6. Divisions in the US reaching a boiling point. I hate even writing these words, but with the midterms in 2022 and a ’24 campaign spinning up, Trump will return to the national stage. He’ll offer a north star for Big Lie-driven tribalism, a terrifying rise in domestic terrorism and hate crimes, all fueled by torrents of racial and economic anger. I really, really hope I’m wrong here. But this feels inevitable to me.
7. Big Tech bulks up. Despite a doubling down in anti-trust saber rattling from the EU and the Biden administration, Big Tech companies must grow, and they’ll look toward orthogonal markets to do it. Meta and Apple will buy gaming companies, Amazon will buy enterprise software companies, and Google will buy a content library. Google’s always been a bit confused about what its entertainment strategy should be. YouTube is so damn big, and its search business so bulletproof, the company hasn’t really had to play the game the way Meta, Amazon, and Apple have. That likely changes in 22.
8. The streaming market takes a pause. The advertising business has yet to catch up with consumer behavior in the streaming television market, and as I’ve written elsewhere, the consumer experience is fracking awful. In 2022, those chickens will come home to roost. There’s only so much attention in the world, and with more than $100 billon (requires subscription) to invest in content in 2022, something’s gotta give. Plus, if we get through Omicron and back out into the world, consumers might just find themselves doing something besides binging forgettable, algorithmically manufactured programming. I’m not predicting that streaming crashes, but just that the market will have a year of consolidation and, I hope, improvements in its consumer experience and advertising technology stack.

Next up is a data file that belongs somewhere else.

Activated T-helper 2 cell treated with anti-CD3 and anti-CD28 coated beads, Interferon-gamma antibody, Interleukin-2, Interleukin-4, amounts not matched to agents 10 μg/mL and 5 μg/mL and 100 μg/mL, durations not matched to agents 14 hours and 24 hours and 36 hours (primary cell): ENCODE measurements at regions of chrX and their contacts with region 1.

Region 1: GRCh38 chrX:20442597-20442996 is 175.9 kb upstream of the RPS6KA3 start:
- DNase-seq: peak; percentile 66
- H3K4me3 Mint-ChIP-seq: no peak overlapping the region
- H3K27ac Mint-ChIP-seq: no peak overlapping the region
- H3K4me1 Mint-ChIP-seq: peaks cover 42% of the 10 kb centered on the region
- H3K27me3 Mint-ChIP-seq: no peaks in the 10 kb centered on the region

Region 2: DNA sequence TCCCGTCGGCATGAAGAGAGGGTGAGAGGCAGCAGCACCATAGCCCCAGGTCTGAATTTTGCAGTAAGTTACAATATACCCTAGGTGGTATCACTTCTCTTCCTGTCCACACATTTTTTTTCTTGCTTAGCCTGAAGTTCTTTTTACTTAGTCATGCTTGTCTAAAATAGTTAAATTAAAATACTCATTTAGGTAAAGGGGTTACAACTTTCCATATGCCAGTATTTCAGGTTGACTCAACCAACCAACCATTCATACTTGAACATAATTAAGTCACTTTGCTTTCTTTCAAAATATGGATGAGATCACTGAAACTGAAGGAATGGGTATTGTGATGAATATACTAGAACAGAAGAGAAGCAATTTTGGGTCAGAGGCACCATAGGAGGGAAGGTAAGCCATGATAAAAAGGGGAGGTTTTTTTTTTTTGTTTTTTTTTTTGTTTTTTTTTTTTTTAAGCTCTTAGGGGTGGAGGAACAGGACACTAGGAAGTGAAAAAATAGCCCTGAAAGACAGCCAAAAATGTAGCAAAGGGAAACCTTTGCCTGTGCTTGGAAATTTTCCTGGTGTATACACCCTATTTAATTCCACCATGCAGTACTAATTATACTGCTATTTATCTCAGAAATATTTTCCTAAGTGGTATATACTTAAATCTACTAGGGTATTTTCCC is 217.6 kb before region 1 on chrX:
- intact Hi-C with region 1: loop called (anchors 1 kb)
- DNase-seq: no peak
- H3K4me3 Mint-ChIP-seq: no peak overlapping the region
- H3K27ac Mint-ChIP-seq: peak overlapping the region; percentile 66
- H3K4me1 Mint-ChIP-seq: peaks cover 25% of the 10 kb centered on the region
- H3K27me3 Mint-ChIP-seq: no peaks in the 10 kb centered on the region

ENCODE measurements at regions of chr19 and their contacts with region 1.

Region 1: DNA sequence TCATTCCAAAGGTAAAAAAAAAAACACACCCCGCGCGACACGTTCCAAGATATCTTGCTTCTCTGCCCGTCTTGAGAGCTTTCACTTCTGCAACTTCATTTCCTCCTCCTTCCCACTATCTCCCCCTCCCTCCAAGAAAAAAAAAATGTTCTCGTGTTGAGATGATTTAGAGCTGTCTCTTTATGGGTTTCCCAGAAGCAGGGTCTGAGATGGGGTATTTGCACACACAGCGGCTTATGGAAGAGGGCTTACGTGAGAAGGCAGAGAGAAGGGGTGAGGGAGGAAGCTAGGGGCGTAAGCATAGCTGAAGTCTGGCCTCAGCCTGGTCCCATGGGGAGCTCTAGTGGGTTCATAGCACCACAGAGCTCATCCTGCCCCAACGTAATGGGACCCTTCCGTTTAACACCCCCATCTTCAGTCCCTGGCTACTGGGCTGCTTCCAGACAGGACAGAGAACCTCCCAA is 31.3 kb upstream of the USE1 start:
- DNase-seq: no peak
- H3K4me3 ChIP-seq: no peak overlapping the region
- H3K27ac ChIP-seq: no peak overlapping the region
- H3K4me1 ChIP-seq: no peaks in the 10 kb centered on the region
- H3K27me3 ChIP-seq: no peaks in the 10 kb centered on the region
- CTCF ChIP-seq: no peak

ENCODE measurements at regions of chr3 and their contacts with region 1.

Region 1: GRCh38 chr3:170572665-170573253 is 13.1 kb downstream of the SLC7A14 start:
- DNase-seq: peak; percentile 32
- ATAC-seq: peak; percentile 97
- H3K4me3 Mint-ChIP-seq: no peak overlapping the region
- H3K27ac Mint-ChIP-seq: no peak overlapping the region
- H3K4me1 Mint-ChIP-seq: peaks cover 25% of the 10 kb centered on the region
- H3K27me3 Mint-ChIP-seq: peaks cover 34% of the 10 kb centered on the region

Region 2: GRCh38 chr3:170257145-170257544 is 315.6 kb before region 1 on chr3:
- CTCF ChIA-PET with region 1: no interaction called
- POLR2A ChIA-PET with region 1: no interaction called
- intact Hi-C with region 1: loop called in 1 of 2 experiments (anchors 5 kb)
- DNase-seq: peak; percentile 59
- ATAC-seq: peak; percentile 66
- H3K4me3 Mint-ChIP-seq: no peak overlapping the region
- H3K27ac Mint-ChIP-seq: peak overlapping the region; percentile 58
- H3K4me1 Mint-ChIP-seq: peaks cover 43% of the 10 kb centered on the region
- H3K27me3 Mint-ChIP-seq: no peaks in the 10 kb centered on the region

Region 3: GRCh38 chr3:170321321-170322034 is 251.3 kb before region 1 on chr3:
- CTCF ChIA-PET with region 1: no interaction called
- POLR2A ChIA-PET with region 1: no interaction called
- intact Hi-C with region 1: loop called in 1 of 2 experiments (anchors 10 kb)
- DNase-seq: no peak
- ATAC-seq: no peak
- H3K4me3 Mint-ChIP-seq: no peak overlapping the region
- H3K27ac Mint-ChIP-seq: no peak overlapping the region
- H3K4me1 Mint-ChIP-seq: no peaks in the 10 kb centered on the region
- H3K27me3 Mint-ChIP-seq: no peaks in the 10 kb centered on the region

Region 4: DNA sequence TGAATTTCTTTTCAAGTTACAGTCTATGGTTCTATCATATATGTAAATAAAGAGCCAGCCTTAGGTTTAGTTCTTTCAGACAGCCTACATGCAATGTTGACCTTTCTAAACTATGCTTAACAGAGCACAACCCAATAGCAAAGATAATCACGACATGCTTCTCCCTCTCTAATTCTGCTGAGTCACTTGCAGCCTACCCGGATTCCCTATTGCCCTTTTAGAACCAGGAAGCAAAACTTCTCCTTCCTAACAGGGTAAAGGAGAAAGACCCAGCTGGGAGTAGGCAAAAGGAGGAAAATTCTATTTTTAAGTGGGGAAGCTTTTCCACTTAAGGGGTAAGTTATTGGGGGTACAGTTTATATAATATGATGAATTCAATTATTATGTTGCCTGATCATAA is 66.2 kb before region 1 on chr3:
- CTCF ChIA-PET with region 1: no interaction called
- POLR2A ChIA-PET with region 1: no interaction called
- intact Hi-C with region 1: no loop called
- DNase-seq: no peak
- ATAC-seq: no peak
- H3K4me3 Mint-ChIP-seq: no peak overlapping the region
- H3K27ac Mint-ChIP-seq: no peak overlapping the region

9. TikTok will fall out of favor in the US. Everyone is predicting that 2022 will be The Year of TikTok, but I think they’re wrong in one big way: This won’t be a positive story. First off, the public will wake to the possibility that TikTok is, at its core, a massive Chinese PsyOp. Think I’m crazy? I certainly hope so! But you don’t have to wear a tin foil hat to be concerned about the fact that the world’s most powerful social algorithm is driven by a company with a member of the Chinese Communist Party on its board. And second, US-based competitors are already learning, fast, what makes TikTok tick. YouTube, Insta, Snap and others will take share all year long.
10. Trump’s social media company delivers exactly nothing. Hey, I needed one sandbag in the mix — and this one comes with a heaping side of schadenfreude. The company will become mired in legal fights, and Trump, having grifted a billion dollars or so from favor-currying investors, will move on to ever more ruinous pursuits.
Well, that’s ten, and I wanted to keep this year’s version under a thousand words. Have a wonderful New Year, dear readers. I hope I see you out there in the real world, and soon.